Can your return beat the 7% interest rate offered by HDFC, ICICI and Axis Bank? | Jobs Vox


Bank fixed deposit (FD) rates have been on the rise ever since the RBI started increasing the reserve ratio to tackle high inflation. This has brought bank FDs back on investors’ radar after a long time. And for good reason. FDs are easier to invest in, less risky, and are now offering attractive rates.

The RBI raised its benchmark rate by 40 basis points earlier in May. Following five consecutive hikes between May and December, the rate of return rose from 4% (prior to May) to 6.25%. Alongside this, with credit growth outstripping deposit growth, banks are increasing their deposit rates to attract more depositors.

While leading private sector lender HDFC Bank offers 7% per annum on most of its deposits, the bar has been set high for other smaller banks. Many investors want to buy higher FD rates in banks and sometimes they go for banks with smaller deposit base or better finance but higher interest rates. That argument is no longer true today when one of India’s largest banks has set a higher limit. AAA-rated deposits from well-established NBFCs provide another point of comparison. Take Sundaram Finance for example, which offers 7.15% on 1-year and 2-year, and 7.30% on 3-year compound deposits – not significantly different from the FD rates of major banks. Another well-known NBFC, Bajaj Finance offers rates ranging from 7.05% to 7.95% on aggregate deposits with tenors ranging from 1-year to 5-years. A maximum of 7.95% is offered only on special 44-month deposits and the next highest rate is 7.75%.

Still still

HDFC Bank revised its deposit rates on December 14, and now offers a maximum rate of 7% on deposits of 15 months to 10 years. Note, other popular private sector banks like ICICI Bank and Axis Bank are also offering this rate. ICICI Bank is offering up to 5-year deposits of 7% in 15 months, beyond which the rate is as low as 6.9%. Axis Bank is offering 7% on 2-year to 10-year deposits. All these rates are applicable on deposits below Rs. 2 crores.

Going back to April, before RBI’s rate hike, HDFC Bank and ICCI Bank were offering a maximum rate of 5.45% and Axis Bank’s one-year deposit was 5.75%. five years. In fact, even if we take all the scheduled commercial banks from the private sector and the public sector, the maximum rate offered on FDs was only 6.5%. This is deposit information for selected maturities (up to 5 years only) in Bank Bazaar.

Investing in 1-2-year deposits

Should you invest in 1-2-year FDs from leading banks when the spread of deposits looks attractive? While such FDs may offer you the value of a long-term deposit (perhaps even better in some cases), they also expose you to reinvestment risk. Because once these FDs mature in a year or two, you will have to explore other options to reinvest this money. Depending on where interest rates are at the time, you may get a better or worse deal. While it is difficult to predict exactly where interest rates are headed, Anil Gupta, senior vice president and head of the firm’s group – financial sector ratings, ICRA offers some guidance. “FD rates are yet to reach pre-Covid levels. There is a major room for further rate hikes as the banking system is likely to increase liquidity in the coming months. This coupled with an expected rate hike by the RBI in February 2023 may prompt banks to increase deposit rates by 50-75 basis points in the coming months. months) down the line. So, while 1-2-year FDs may offer attractive rates, reinvestment risk is something to consider.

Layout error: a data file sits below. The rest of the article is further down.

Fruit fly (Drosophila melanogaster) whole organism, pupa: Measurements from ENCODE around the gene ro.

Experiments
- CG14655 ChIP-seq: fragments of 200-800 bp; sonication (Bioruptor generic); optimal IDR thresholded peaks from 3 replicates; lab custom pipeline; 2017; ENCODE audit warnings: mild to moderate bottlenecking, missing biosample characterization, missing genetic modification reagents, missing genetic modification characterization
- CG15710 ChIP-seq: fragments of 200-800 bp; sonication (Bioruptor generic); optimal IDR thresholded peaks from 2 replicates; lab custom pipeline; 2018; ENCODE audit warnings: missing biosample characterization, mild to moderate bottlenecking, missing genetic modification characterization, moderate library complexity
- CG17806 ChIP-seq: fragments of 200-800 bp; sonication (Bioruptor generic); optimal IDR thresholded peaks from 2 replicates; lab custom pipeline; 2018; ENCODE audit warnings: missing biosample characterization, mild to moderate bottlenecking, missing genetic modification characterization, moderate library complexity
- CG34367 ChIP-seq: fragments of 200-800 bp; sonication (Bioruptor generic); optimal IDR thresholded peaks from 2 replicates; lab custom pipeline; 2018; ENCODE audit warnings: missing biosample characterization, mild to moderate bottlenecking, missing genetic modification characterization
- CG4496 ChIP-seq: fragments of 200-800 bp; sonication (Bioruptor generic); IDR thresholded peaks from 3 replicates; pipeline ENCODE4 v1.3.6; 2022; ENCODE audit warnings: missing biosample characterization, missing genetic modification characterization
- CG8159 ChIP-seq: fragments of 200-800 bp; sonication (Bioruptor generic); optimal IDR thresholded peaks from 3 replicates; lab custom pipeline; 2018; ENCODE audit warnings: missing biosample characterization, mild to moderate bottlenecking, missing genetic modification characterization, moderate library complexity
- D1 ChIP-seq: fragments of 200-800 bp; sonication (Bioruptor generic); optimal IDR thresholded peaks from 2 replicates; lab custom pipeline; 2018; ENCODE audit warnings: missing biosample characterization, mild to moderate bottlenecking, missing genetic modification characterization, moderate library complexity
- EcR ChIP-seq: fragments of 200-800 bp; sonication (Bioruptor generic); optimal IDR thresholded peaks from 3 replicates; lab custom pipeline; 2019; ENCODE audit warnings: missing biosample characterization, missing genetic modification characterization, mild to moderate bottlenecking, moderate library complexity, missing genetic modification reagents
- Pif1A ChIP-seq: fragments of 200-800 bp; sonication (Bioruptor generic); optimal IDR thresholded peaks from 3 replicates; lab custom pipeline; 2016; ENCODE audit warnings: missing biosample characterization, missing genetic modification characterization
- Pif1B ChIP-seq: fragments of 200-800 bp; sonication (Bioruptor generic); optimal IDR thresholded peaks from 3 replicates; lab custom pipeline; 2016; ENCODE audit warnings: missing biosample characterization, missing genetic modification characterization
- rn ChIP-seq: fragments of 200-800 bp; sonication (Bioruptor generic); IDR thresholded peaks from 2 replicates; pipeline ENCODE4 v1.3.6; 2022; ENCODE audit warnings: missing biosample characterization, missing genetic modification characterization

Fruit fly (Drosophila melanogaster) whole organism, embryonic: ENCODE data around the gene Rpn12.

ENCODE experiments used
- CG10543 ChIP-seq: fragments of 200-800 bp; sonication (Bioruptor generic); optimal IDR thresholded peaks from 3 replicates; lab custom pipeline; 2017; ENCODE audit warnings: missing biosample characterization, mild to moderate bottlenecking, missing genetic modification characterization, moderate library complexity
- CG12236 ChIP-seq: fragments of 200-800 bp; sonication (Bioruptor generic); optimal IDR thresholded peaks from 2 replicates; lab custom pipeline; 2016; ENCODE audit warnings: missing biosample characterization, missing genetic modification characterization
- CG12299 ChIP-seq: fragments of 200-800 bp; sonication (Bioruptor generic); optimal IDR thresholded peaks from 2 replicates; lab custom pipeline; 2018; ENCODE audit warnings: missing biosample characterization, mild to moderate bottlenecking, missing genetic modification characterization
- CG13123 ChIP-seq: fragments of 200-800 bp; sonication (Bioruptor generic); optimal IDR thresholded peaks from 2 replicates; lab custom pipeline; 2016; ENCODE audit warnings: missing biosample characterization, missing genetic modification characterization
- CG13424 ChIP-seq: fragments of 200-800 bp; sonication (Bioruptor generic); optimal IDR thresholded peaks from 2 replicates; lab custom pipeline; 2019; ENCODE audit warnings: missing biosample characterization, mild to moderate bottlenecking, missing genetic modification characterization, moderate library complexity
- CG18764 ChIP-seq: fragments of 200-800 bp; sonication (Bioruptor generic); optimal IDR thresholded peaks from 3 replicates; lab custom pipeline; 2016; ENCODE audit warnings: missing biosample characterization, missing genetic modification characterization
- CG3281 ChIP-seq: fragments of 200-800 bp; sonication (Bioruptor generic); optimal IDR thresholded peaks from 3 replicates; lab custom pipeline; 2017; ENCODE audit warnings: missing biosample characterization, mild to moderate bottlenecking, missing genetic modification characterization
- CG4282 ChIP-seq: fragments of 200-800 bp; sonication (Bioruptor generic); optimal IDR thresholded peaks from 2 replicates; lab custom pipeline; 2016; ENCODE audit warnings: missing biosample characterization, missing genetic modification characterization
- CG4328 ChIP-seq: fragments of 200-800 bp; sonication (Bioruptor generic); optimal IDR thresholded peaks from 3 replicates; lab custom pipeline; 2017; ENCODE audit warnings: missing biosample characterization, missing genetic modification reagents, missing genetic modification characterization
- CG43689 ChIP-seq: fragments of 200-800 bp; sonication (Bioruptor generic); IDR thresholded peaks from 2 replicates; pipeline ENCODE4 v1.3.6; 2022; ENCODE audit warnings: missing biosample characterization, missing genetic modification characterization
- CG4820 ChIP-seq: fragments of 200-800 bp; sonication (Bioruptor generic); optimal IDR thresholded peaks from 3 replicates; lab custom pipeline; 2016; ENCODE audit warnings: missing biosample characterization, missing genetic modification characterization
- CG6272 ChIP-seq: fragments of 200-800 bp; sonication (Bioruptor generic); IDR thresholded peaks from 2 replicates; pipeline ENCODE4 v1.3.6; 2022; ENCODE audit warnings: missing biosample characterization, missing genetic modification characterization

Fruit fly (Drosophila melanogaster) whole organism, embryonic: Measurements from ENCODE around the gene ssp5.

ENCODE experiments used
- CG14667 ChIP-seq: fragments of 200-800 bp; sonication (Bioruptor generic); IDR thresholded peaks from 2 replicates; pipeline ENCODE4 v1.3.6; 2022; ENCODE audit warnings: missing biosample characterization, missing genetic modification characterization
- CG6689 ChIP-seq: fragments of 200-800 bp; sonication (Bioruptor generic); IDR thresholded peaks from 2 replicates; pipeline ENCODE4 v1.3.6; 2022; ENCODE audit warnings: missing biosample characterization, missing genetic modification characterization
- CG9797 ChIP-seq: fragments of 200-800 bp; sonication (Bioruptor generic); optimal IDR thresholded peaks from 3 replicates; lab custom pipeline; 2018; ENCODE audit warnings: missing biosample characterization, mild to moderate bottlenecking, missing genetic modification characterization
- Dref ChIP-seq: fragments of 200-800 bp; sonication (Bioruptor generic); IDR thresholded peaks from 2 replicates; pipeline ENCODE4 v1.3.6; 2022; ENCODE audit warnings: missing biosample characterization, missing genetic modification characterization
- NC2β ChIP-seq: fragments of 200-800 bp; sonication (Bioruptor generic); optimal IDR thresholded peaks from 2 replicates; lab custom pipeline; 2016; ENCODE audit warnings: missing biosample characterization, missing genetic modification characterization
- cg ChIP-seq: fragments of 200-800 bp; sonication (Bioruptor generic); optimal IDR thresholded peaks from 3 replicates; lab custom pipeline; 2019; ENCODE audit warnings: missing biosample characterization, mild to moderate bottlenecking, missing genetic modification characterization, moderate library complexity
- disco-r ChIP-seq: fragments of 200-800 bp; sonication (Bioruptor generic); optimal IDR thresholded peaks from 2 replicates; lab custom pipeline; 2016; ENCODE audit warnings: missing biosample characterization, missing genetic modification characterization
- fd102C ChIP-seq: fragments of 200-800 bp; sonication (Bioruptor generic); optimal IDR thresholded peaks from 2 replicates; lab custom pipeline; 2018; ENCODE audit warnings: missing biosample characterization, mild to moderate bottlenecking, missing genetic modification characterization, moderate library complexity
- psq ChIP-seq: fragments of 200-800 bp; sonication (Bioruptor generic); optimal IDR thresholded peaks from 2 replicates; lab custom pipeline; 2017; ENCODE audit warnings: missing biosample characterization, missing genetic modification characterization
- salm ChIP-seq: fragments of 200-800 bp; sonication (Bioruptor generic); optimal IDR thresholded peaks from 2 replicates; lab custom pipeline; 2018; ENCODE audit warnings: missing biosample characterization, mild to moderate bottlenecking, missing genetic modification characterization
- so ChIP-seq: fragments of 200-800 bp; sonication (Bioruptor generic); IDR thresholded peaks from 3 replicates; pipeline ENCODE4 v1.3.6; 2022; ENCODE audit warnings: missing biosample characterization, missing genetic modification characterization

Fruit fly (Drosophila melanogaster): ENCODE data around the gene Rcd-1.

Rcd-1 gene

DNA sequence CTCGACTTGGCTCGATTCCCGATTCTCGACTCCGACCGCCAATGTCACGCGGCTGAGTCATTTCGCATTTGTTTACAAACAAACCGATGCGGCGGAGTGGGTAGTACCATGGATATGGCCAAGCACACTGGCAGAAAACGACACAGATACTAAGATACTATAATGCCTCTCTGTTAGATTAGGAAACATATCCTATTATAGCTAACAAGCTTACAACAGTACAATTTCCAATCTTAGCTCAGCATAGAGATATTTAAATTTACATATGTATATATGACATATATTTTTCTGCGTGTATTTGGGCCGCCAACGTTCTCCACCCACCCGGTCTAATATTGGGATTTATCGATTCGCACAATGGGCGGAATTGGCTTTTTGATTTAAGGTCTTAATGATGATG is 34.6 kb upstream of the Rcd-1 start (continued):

Debt funds as an alternative

In fact, if you have a longer investment horizon (3 years or more), debt funds may be a better option after tax. This is especially true if you are in the higher income tax bracket of 20% or 30%. Because if you invest in debt fund for 3 years or more, your return (long term capital gain) is 20% with index benefits. This can significantly reduce your tax liability.

In fact, unlike returns from fixed FDs, those from debt funds are market-linked. Interest rates between the time you enter and exit an open-ended debt fund affect your returns. One way to achieve this is to invest in a Target Maturity Fund (TMF). These fixed maturity and high credit quality debt funds provide a reasonably predictable level of return (known as an indicative return) to those invested until maturity. TMF invests in bonds of a specific index and has the same maturity as the index it tracks. The fund’s yield to maturity (YTM) ratio minus the expense ratio responds to your indicator. For example, take TMFs such as Edelweiss MF, where daily updated YTMs are readily available. These are offering YTMs of 7.37% to 7.45% for funds with maturities of 3.5 to 4.5 years. A number of mutual fund houses offer TMFs in a wide variety – with different maturities and portfolio composition – giving investors enough options to choose from in this space.

Deposit for senior citizens

When it comes to senior citizens, bank deposits can still be an attractive option. Take HDFC Bank for example, which offers 7.75% on deposits for senior citizens (60 years and above) for a tenure of 5 years, 1 day to 10 years. If you are a senior citizen in the corpus of Rs. 1 crore, then you can earn interest income of Rs. 7.75 lakhs annually for the next 10 years. Assuming you are under the old tax regime and have no other income, your tax liability (including health and education allowance) comes to Rs. 67,600 per year, that is, the effective tax rate is only 8.7% (see the table). This is based on the tax calculation on the Income Tax website.

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